All throughout Wild Things: The Art of Nurturing Boys, I (David) discuss the boy brain. When I teach on boy development, I start the conversation highlighting three strikes a boy has against him, in helping parents and educators understand why he is so physical, under-focused, and always moving. I discuss how he’s hard-wired for acting before thinking, and the different ways this can complicate his academic and relational journey.
If a boy is hard-wired for activity and movement, of course he isn’t naturally slowing down, reflecting, focusing, observing and operating from a place of awareness the way most of his female counterparts will.
Countless studies have unearthed how boys have a tougher time than girls reading nonverbal cues. For example, Coreen Farris, a researcher at Indiana University’s Department of Psychological and Brain Sciences, conducted a study with undergraduate students revealing how young men struggled to differentiate between females who were being friendly and those who were interested in more than friendship.
Many studies have identified a female’s advanced abilities to use and read nonverbal communication. Deborah Tannen, in her book, You Just Don’t Understand labels the differences in communication styles of females and males as “rapport-talk and report-talk.” According to Tannen, females use conversation to increase connection, maintain intimacy and develop and rapport. Males, on the other hand, talk to deliver data, build status and establish independence. Women tend to stand in closer proximity to one another, gesture frequently, and maintain eye contact. Men typically keep greater distance, gesture less and avoid eye contact. Researchers generally agree that upwards of 70-80% of all communication is non-verbal. In order to decode language, we have to open our eyes and not just our ears. Once again, she has advanced abilities.
Equally so, boys are hard-wired for competition. His competitive nature will serve him beautifully in many contexts. It can equally work against him. His hunger to outperform, dominate or win at all cost, can stand in the way of awareness.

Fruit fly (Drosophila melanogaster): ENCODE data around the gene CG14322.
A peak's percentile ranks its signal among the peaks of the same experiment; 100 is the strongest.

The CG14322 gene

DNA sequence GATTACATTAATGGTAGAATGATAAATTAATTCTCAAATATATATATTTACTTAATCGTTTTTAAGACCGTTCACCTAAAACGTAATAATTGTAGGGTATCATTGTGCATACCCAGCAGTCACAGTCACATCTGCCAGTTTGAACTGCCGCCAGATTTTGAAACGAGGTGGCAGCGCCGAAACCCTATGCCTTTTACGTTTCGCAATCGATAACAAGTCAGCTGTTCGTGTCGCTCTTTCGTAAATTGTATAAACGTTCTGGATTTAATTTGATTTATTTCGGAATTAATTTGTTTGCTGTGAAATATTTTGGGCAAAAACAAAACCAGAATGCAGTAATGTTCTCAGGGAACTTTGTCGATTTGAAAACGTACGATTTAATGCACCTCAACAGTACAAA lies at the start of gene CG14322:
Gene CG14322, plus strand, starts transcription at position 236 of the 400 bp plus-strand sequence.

Building Block: Cues
Because a boy’s brain is hard-wired for acting before thinking, has trouble reading non-verbal communication, and bends toward competition, he will benefit from having cues that help him slow the train of thought down. When I (David) was growing up, my wise mother used cues all the time. She had a practice of saying nothing, but simply touching a different part of her body. She’d touch her lips if I was chewing with my mouth open. She’d touch her elbow if mine were draped across the dinner table. She’d touch her foot if I’d accidentally put my feet on someone’s furniture. She’d touch her ear if I was talking too loud or too much. She’d pinch her nose if I forgot to put on deodorant. She’d touch her zipper if my fly was open, and she’d motion like a zipper across her mouth if I was turning a conversation into an argument. Now that I think back on it, my poor mother spent a lot of my growing up having to touch body parts in an effort to strengthen my awareness. And my sister didn’t need half of these reminders!
The beauty of the cues is how it strengthened my awareness without her nagging me all the time. Test-drive different visual cues with boys. You can also hang note card reminders in your son’s bedroom, bathroom, and car dashboard, depending on where he most needs them. We also encourage parents to use one liners, like “try again,” or “OUCH,’’ when a kid or adolescent is unaware of how disrespectful they’re being. This gives them a chance to pause and get a do-over. If they intentionally repeat the behavior or words, that cues you they are choosing to disobey you in that moment and go straight to a consequence.
For more tips on helping boys develop socially, emotionally and spiritually, check out our new book, Are My Kids on Track?